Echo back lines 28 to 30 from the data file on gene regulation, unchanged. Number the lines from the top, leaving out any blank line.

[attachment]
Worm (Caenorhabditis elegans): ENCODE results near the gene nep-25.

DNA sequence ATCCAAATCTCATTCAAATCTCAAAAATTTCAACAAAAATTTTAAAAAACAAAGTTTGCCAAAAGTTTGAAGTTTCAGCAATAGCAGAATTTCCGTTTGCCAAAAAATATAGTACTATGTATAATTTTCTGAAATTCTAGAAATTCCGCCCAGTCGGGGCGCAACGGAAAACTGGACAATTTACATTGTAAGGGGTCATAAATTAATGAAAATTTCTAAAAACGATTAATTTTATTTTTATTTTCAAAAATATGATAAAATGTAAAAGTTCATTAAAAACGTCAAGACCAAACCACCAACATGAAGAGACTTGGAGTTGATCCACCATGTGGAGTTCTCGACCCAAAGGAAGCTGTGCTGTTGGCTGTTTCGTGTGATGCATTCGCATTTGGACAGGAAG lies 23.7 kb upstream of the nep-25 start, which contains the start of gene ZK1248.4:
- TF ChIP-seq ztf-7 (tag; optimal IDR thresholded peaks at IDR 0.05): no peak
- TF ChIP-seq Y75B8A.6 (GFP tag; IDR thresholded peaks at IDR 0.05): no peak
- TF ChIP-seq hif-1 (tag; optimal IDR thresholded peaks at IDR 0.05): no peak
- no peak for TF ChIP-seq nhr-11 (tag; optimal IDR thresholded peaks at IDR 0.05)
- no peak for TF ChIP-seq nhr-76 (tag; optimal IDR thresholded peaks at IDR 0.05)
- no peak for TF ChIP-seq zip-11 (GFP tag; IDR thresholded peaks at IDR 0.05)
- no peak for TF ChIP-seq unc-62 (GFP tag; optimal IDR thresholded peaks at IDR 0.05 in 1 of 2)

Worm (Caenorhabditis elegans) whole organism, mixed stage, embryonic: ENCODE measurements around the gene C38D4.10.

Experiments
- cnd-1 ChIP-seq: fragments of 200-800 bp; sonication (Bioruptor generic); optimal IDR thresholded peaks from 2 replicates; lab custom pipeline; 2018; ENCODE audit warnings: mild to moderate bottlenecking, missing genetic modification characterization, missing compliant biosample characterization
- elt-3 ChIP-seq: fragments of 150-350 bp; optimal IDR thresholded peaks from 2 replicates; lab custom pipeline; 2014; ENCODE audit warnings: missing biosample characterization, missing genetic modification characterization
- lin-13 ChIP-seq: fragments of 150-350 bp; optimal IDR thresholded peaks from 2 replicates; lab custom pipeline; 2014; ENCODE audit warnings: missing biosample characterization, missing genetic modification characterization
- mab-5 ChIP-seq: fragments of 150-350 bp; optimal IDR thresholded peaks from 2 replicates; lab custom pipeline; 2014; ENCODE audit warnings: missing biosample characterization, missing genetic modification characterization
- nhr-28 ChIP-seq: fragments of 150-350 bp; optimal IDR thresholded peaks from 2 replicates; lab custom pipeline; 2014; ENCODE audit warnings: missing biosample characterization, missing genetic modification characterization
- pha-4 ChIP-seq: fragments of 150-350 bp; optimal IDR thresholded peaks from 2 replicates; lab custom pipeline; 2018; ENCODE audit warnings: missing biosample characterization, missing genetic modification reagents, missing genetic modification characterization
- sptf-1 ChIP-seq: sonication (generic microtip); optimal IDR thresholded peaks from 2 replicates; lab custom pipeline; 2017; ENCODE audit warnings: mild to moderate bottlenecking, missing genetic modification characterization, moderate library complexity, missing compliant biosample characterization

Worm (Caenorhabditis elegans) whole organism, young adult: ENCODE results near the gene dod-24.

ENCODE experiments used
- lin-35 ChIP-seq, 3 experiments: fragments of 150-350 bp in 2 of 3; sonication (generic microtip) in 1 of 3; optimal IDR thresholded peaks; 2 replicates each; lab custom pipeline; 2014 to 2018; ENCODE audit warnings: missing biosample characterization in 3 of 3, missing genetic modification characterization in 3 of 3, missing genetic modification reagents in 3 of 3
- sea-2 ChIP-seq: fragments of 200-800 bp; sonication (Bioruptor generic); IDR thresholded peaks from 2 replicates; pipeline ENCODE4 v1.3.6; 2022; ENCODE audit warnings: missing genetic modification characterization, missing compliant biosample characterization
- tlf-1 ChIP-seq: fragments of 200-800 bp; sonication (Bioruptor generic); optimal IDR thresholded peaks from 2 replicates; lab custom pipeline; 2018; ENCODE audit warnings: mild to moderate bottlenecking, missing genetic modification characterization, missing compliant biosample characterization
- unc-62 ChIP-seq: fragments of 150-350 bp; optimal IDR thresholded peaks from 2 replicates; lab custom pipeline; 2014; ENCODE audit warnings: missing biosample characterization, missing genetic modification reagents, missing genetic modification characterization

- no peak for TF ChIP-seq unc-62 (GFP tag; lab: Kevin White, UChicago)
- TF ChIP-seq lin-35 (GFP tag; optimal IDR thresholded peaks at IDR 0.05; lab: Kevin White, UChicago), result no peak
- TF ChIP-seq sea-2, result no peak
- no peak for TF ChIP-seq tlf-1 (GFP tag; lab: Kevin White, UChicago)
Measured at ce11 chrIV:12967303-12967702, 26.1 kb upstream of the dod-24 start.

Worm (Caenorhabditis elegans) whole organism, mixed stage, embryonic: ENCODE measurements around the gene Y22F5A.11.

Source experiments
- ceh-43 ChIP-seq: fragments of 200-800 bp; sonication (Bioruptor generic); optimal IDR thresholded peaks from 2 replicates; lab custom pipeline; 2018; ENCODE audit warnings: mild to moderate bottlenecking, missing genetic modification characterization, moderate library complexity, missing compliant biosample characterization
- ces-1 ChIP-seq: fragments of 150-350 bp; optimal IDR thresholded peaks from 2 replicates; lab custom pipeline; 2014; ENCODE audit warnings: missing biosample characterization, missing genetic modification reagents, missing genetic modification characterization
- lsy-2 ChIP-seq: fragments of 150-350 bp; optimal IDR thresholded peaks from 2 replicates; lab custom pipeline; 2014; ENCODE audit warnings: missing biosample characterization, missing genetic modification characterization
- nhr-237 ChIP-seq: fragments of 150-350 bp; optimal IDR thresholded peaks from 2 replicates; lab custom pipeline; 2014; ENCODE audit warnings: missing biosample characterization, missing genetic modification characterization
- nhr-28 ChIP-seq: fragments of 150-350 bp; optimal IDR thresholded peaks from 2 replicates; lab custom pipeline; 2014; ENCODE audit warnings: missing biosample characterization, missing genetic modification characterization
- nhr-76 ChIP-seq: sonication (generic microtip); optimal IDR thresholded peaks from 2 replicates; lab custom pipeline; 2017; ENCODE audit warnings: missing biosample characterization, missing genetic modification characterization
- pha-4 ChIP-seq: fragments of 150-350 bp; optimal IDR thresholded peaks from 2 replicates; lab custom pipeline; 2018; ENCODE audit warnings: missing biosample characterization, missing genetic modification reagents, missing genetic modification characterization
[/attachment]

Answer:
- no peak for TF ChIP-seq tlf-1 (GFP tag; lab: Kevin White, UChicago)
Measured at ce11 chrIV:12967303-12967702, 26.1 kb upstream of the dod-24 start.

Worm (Caenorhabditis elegans) whole organism, mixed stage, embryonic: ENCODE measurements around the gene Y22F5A.11.